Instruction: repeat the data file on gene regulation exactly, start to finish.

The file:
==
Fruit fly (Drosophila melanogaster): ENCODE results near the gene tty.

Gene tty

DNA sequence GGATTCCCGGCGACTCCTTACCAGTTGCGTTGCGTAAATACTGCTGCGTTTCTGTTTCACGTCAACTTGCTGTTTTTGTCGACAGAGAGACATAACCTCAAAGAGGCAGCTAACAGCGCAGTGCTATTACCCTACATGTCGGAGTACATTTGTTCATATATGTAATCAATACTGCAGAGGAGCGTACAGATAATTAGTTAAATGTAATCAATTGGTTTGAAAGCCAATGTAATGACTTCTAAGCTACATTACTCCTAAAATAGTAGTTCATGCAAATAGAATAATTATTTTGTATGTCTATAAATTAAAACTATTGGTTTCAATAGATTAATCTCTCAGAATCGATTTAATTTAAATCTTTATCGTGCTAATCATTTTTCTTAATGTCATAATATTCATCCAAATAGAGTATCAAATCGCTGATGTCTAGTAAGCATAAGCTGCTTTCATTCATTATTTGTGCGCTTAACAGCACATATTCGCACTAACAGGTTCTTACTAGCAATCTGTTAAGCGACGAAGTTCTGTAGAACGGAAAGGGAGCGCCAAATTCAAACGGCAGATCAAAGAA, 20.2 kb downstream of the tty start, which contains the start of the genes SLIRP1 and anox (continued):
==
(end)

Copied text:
Fruit fly (Drosophila melanogaster): ENCODE results near the gene tty.

Gene tty

DNA sequence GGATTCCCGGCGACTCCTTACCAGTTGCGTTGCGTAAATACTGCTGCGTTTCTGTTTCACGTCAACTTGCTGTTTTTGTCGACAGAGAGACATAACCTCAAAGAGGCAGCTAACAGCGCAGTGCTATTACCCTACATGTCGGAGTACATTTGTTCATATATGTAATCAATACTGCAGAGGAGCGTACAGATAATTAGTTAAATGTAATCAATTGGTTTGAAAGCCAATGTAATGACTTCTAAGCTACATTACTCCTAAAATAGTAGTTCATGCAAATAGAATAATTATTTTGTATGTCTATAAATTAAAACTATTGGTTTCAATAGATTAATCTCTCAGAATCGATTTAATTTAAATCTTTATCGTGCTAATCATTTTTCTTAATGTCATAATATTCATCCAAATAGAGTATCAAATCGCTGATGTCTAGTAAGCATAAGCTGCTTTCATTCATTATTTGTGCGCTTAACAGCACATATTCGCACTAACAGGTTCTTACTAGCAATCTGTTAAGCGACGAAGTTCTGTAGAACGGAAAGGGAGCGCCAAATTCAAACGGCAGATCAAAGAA, 20.2 kb downstream of the tty start, which contains the start of the genes SLIRP1 and anox (continued):